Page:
I don’t break a lot of news — it’s just not what Daring Fireball is about, or what I’m interested in. But, once in a while, I get my hands on a scoop, like last night’s piece about former Tesla engineering head Doug Field returning to Apple to work with Bob Mansfield in the Titan group. The news was quickly picked up by dozens of other outlets, almost all of whom graciously credited me (or just “Daring Fireball”, which is fine) with (a) breaking the news that Field was back at Apple, and (b) the specific news that Field is working with Mansfield in the Titan group. Apple confirmed to me only that Field was back at Apple. That Field has joined Titan — though unsurprising given his experience working with Mansfield and at Tesla — came from my own unnamed sources.
This Reuters story by Stephen Nellis, however, presents itself as original reporting:
Doug Field, who stepped down as the senior vice president of
engineering at Telsa Inc last month, is returning to Apple Inc,
Apple told Reuters on Thursday.
Field will be working with Apple executive Bob Mansfield, who has
been heading up Apple’s self-driving car program, Project Titan.
Field and Mansfield previously worked together on engineering
Apple’s line of Mac computers.
My piece was published at 11:13p EDT; Nellis’s Reuters story was published 12:39a. Note too that the “Apple told Reuters on Thursday” attribution is only in the first paragraph. There is no attribution for the information in the second paragraph. Apple would not confirm that to me, just two hours prior, and though it’s certainly possible that Nellis had his own independent sources for that information — hundreds of employees within Apple were aware of Field’s return — there is no “according to sources familiar with the situation” attribution.
Also, Field’s previous employer was Tesla, not Telsa.
Update: The second paragraph of Nellis’s story now reads:
Field will be working with Apple executive Bob Mansfield, who has
been heading up Apple’s self-driving car program, Project Titan,
according to Daring Fireball, a technology news website that
earlier reported Field’s move.
There’s always an update when I point these things out, but I genuinely thank Reuters and Nellis for fixing this. ★
Thursday, 9 August 2018
Here’s some interesting hiring news I’ve heard through the little birdie grapevine:1 Doug Field — who left Tesla in May after overseeing Model 3 production — has returned to Apple, working in Bob Mansfield’s project Titan group. Apple spokesperson Tom Neumayr confirmed with me only that Field has returned to Apple, but no one should find it surprising that he’s working on Titan.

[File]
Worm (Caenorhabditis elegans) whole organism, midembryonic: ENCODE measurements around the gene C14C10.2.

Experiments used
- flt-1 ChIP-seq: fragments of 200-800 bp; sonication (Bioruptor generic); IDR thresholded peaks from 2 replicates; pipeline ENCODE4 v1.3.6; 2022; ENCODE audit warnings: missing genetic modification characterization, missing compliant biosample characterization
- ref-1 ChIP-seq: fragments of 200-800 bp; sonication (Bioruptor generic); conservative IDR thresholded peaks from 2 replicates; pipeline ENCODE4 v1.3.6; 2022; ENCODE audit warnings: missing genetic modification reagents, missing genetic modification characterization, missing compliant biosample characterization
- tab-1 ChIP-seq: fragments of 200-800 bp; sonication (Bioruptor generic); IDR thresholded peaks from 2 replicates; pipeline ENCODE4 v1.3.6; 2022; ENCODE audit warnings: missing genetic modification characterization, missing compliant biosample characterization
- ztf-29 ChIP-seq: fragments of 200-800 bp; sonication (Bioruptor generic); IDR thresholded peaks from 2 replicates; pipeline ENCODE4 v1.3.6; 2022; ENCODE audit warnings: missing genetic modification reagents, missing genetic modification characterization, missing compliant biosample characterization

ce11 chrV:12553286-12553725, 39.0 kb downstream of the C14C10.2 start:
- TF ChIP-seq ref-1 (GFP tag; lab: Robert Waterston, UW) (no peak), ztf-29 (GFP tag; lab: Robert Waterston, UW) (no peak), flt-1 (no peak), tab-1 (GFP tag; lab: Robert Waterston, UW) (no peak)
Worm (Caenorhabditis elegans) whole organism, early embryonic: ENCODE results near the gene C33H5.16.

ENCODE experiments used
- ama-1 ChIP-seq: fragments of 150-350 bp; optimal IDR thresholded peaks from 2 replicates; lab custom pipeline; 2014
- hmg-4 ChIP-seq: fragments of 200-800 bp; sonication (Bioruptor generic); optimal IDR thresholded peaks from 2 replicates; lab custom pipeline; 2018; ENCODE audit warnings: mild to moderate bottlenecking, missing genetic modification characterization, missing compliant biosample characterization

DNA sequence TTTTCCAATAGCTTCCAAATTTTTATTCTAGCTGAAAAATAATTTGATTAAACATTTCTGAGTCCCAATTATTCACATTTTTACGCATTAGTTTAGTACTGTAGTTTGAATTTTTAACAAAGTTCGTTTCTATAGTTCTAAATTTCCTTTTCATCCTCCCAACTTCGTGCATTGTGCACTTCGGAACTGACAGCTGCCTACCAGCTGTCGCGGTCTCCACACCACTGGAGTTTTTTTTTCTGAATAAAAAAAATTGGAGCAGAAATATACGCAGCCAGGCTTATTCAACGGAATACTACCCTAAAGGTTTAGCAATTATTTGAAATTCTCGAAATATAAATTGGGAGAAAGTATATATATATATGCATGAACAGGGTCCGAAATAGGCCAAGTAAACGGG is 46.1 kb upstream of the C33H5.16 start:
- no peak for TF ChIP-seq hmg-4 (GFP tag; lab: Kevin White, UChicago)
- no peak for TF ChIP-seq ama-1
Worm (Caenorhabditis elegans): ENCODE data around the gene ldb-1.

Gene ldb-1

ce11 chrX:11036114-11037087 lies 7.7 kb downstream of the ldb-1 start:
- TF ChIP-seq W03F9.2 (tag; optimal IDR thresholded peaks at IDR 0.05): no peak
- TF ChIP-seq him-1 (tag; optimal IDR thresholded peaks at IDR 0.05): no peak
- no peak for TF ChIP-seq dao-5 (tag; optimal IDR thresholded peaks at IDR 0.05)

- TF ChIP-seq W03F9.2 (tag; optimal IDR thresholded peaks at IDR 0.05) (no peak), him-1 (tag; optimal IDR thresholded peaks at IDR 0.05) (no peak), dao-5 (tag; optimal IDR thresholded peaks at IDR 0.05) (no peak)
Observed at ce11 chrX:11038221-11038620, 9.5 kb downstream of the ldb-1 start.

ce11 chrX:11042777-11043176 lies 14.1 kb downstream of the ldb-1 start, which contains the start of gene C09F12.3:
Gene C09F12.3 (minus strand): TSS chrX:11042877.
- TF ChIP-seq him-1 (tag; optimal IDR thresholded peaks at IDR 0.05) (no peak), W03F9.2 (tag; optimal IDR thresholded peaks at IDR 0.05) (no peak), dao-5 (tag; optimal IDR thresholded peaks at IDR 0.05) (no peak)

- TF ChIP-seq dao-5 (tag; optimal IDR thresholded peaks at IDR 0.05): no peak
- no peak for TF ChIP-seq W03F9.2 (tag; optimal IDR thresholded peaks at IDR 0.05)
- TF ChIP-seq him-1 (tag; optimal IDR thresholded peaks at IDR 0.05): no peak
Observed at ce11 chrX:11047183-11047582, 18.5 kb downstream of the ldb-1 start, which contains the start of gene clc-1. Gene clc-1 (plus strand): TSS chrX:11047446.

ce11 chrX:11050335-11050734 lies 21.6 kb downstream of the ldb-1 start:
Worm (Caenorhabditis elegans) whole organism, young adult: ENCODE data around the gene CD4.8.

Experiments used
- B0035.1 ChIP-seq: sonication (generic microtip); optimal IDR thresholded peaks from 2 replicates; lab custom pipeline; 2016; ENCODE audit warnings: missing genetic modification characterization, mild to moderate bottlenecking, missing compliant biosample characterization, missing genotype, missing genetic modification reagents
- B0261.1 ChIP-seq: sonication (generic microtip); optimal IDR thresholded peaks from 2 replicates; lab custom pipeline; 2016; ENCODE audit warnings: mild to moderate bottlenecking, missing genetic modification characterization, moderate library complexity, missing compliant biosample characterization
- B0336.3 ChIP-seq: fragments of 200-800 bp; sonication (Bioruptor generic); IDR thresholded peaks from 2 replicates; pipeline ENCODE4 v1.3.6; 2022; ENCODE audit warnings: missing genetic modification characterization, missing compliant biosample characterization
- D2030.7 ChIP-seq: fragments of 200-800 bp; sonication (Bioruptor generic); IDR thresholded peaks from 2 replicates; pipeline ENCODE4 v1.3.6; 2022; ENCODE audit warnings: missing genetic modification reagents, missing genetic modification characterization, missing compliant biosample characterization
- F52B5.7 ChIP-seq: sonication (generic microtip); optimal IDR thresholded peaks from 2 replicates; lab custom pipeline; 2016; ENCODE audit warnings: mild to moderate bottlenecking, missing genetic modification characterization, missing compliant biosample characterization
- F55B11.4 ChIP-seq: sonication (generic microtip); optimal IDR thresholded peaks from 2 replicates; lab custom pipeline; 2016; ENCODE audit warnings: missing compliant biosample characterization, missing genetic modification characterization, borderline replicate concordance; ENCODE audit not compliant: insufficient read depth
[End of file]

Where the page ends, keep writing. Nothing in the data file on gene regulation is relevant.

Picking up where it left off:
Field previously worked at Apple as a VP of Mac hardware engineering before leaving for Tesla in 2013. So he spent years working closely (and successfully) with Mansfield on Mac hardware, and spent the last few years as senior VP of engineering at the world’s premier electric carmaker. That makes Field a seemingly perfect fit for Titan.
I wouldn’t read too much into any single hire, and the employee exchange program between Apple and Tesla continues to flow in both directions. But I think it’s an interesting hire, primarily because it suggests to me that Apple still has an interest in making actual vehicles, despite reports that the company has scaled back the project to merely make autonomous systems for inclusion in vehicles made by other companies. That rumor never really made sense to me anyway — Apple’s modus operandi has always been to make the whole widget. Apple makes products, not components. Field returning to Apple also suggests to me that under Mansfield’s leadership, the Titan project has regained its footing after its infamously rocky start.
And you have to love the idea of any project being led by guys named Bob and Doug, eh. ★
Apple Defends Its Decision to Allow Infowars in the App Store ★
John Paczkowski, writing for BuzzFeed:
On Apple’s podcast platform, Infowars was presented with an easily
reviewed episode list — a concrete thing that could be used to
support a determination that its content was/wasn’t in violation
of the company’s policies. The Infowars app is different. It
streams video broadcasts, which means they are ephemeral in the
app and on Apple’s platform. That the same episodes are readily
available on the Infowars site doesn’t matter. In order for Apple
to act on a violation, there needs to be evidence that one
occurred on its platform. Simply put: If Jones has violated the
company’s rules, it has yet to catch him in the act.
This distinction could explain why Apple was so quick to remove
almost all of Infowars’ podcasts in the first place. Given that
the company didn’t host the podcasts to begin with, the removal
was technically not a content purge and something more akin to
removing a link. In other words, Apple’s enforcement, which caused
tech’s biggest platforms to follow suit, was something of a
content moderation sleight of hand — a cosmetic change rather
than an actual deletion.
I’ve been thinking a lot about this the last few days. I suspect that Paczkowski has it right, that Apple is more willing to remove a podcast because iTunes doesn’t host podcasts — it’s just a directory. Whereas if they remove the app there’s no way around it. I think this distinction is weak sauce though — iTunes isn’t technically a gatekeeper to podcasts, but the truth is that the iTunes podcast directory is the de facto standard index of podcasts. Getting de-listed from iTunes is a huge deal.
The web is the world’s open platform. The fact that the App Store is a closed platform that Apple controls is a feature, not a bug. If Apple removed the app, Infowars’s website would still work in Safari. It really doesn’t make sense to me that Apple would de-list the podcasts but not remove the app that contains the exact same content. And as Paczkowski reports, in the aftermath of this highly-publicized kerfuffle, Infowars’s iOS app has risen from 47th to 3rd in the “News” category. To me it would make more sense to have kept both the podcast and the app than to remove one but not the other.